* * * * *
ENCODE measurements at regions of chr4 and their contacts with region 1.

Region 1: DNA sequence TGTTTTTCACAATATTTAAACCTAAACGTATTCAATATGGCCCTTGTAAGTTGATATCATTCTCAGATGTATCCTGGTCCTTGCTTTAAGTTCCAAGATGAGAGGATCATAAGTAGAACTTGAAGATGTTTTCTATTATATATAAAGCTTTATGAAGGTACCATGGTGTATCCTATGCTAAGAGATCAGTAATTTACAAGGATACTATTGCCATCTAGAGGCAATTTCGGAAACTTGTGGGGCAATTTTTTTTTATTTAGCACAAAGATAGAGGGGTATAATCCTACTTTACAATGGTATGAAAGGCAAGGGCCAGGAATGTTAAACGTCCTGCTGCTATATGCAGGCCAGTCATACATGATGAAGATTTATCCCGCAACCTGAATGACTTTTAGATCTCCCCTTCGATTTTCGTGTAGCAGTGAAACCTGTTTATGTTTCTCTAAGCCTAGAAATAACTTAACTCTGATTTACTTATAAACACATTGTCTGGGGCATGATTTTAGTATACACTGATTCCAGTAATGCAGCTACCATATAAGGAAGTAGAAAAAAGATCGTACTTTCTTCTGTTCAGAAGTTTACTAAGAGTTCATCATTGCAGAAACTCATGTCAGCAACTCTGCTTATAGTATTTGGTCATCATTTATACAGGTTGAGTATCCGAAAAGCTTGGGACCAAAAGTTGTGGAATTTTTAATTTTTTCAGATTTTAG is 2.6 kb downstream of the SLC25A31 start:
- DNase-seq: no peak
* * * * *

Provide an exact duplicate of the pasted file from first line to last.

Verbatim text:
ENCODE measurements at regions of chr4 and their contacts with region 1.

Region 1: DNA sequence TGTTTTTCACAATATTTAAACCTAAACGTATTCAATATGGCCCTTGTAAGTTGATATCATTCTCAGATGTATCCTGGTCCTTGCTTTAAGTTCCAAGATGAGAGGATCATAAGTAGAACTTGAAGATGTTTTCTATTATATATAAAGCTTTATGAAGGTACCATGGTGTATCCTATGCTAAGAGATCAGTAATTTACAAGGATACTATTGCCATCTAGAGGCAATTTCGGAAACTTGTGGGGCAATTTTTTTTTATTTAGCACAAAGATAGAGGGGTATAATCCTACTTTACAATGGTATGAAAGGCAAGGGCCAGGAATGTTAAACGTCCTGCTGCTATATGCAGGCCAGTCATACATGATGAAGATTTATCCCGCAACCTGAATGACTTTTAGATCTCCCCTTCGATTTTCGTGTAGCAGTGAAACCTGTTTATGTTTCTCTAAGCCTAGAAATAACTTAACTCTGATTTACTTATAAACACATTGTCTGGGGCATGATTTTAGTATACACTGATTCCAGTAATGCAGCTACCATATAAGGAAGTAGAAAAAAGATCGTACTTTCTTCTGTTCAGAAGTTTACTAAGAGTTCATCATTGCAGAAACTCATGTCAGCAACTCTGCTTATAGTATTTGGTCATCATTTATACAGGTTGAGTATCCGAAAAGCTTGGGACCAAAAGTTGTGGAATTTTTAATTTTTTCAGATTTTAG is 2.6 kb downstream of the SLC25A31 start:
- DNase-seq: no peak